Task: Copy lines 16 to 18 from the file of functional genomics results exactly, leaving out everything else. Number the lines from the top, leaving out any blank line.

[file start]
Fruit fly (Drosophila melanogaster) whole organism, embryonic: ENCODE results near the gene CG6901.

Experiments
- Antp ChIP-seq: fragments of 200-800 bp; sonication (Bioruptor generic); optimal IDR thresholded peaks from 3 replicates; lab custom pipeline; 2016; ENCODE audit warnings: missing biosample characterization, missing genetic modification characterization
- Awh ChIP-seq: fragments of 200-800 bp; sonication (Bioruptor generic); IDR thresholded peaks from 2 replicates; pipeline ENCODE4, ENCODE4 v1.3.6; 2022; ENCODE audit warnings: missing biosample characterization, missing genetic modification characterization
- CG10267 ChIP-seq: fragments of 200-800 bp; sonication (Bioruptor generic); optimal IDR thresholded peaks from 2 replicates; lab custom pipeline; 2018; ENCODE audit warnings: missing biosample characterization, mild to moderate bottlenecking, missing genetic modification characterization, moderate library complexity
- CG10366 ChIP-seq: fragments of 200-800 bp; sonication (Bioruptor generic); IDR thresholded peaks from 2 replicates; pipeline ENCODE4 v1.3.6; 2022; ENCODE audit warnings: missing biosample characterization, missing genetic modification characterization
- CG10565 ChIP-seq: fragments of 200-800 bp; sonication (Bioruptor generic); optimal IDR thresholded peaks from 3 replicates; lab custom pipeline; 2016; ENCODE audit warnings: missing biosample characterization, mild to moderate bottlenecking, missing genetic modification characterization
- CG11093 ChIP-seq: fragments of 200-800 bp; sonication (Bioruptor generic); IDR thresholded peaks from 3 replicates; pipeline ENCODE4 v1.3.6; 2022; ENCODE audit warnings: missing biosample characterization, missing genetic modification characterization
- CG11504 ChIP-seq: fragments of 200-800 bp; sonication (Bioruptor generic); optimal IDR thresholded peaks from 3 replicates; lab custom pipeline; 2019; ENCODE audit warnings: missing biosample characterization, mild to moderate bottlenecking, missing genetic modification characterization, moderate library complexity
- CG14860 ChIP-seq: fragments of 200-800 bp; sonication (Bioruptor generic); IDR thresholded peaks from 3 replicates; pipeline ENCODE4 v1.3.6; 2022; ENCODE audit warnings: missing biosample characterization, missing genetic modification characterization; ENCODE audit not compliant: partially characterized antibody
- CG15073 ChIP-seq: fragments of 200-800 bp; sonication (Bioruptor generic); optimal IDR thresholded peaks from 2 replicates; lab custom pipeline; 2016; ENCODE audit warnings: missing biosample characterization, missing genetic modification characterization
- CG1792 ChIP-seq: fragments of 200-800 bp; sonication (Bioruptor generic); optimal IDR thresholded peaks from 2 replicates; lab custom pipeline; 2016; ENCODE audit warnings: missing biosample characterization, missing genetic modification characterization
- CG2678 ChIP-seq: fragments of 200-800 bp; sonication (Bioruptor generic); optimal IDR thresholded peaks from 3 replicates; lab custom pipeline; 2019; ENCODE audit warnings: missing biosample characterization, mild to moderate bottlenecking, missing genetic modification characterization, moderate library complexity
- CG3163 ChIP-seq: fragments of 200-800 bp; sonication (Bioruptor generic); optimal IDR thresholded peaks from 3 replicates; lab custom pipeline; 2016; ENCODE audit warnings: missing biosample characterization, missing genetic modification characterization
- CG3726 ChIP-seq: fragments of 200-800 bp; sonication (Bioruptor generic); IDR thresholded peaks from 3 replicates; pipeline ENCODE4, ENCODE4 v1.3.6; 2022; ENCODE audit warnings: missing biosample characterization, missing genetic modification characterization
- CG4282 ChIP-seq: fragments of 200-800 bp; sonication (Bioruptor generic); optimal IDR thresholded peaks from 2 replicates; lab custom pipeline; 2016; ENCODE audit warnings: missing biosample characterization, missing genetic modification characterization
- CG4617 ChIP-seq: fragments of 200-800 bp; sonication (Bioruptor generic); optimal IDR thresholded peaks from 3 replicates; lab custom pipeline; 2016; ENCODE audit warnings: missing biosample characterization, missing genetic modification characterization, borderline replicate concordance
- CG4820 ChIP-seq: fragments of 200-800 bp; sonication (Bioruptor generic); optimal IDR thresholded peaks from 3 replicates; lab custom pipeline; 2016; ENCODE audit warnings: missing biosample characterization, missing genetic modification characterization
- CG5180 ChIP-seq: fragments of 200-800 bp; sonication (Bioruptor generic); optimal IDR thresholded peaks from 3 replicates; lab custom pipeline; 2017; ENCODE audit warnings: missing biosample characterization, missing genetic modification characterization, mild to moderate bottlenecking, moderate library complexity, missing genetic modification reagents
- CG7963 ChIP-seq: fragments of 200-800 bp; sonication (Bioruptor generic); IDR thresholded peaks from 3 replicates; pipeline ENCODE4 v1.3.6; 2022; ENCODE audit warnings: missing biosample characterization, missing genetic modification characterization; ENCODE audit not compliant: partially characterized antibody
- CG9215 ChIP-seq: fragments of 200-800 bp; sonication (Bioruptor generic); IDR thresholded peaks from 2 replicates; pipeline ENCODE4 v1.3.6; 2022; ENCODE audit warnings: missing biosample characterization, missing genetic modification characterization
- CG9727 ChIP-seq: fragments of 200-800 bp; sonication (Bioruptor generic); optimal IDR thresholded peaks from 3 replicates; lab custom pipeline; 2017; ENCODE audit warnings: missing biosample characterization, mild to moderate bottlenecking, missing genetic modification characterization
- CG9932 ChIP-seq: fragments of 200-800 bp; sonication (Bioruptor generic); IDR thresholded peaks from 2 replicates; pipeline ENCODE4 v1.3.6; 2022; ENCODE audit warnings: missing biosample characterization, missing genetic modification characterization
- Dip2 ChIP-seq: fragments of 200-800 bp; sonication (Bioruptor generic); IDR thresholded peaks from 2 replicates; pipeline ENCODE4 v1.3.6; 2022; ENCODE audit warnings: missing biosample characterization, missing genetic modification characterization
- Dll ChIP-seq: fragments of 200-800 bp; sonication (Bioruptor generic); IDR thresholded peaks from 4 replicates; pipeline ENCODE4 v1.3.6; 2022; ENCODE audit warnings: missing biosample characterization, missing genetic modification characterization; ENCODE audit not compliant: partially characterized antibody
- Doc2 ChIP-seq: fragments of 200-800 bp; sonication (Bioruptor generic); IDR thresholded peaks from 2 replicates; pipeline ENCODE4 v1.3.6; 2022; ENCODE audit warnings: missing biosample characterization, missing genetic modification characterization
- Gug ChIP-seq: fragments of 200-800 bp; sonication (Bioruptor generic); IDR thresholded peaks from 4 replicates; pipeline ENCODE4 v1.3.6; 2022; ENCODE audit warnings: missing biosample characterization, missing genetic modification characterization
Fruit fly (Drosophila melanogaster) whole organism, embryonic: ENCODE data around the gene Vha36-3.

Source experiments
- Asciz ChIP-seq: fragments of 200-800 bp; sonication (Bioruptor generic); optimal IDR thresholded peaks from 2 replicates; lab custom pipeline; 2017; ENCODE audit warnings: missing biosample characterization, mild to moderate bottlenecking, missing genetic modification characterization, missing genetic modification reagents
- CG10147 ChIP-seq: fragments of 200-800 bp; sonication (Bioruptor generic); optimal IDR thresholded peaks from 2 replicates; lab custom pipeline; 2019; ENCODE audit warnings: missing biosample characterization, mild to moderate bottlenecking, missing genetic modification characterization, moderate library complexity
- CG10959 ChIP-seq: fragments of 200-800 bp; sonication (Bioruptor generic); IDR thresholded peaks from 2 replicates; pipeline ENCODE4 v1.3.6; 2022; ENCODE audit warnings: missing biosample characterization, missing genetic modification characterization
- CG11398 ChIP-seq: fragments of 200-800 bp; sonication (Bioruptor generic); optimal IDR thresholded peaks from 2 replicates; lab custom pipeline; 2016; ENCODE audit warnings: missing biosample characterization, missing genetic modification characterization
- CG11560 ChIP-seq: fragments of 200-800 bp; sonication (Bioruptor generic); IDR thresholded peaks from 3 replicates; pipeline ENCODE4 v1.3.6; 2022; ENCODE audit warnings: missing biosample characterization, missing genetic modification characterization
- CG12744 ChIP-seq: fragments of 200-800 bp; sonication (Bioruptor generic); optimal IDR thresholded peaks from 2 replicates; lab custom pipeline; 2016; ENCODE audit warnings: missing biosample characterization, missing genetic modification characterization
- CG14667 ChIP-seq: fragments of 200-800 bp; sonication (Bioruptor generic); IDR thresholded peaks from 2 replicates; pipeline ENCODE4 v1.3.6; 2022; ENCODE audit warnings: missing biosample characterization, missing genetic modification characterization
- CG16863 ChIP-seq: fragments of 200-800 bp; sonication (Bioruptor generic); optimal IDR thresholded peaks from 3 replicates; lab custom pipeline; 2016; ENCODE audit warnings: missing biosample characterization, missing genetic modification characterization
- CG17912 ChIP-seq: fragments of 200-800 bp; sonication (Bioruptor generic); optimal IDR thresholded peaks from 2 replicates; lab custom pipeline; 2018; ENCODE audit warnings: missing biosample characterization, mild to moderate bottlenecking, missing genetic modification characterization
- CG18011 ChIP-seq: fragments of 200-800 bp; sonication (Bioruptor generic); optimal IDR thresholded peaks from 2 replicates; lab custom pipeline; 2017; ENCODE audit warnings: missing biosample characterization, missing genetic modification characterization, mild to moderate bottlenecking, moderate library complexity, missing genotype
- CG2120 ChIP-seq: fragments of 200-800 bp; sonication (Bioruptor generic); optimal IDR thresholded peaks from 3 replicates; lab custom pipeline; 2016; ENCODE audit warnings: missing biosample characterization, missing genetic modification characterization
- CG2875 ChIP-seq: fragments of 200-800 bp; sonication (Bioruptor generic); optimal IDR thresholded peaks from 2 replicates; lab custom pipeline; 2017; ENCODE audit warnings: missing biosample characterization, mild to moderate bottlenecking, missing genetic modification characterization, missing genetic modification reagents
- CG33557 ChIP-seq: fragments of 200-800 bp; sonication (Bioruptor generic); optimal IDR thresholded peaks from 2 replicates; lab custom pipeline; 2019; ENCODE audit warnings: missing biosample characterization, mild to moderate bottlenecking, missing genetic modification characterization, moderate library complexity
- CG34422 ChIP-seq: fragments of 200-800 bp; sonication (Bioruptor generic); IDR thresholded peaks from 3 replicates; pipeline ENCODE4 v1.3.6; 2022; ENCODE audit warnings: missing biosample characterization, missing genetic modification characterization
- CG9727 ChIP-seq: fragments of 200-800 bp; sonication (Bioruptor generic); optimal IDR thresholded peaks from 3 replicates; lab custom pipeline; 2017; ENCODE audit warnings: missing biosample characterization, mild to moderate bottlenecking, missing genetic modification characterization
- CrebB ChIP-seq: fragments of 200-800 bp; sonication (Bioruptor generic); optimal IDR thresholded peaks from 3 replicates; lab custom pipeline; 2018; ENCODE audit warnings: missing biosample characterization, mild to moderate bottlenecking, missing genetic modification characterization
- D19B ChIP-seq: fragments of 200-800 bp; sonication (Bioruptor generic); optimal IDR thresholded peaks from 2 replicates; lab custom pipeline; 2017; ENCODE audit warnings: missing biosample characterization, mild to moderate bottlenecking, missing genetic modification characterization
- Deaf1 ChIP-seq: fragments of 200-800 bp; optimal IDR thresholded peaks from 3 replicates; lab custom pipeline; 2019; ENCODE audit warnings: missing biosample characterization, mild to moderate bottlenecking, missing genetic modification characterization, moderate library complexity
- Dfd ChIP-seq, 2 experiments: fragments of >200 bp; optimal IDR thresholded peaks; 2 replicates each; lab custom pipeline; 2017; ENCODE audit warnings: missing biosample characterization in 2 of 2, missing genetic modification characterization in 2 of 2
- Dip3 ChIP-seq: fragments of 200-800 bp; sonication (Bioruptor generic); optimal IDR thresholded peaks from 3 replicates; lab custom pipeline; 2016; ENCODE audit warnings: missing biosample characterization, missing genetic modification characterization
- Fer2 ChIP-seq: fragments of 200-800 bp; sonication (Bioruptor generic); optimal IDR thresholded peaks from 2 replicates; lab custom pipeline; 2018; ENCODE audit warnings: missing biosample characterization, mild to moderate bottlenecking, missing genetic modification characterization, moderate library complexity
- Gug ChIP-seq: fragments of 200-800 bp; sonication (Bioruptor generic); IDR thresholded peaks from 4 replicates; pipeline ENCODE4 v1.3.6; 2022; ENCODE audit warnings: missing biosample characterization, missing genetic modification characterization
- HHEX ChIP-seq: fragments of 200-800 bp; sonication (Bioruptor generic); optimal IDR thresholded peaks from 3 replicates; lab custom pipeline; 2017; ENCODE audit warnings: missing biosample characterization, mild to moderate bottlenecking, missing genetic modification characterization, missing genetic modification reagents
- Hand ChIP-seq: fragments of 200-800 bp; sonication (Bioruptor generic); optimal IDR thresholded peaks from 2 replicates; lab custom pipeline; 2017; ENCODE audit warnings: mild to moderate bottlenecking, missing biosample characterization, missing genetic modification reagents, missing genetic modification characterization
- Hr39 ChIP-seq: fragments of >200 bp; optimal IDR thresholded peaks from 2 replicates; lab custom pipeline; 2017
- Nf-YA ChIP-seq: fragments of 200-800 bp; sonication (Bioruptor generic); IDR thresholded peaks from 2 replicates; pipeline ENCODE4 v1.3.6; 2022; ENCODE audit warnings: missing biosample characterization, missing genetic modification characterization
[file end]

- CG4282 ChIP-seq: fragments of 200-800 bp; sonication (Bioruptor generic); optimal IDR thresholded peaks from 2 replicates; lab custom pipeline; 2016; ENCODE audit warnings: missing biosample characterization, missing genetic modification characterization
- CG4617 ChIP-seq: fragments of 200-800 bp; sonication (Bioruptor generic); optimal IDR thresholded peaks from 3 replicates; lab custom pipeline; 2016; ENCODE audit warnings: missing biosample characterization, missing genetic modification characterization, borderline replicate concordance
- CG4820 ChIP-seq: fragments of 200-800 bp; sonication (Bioruptor generic); optimal IDR thresholded peaks from 3 replicates; lab custom pipeline; 2016; ENCODE audit warnings: missing biosample characterization, missing genetic modification characterization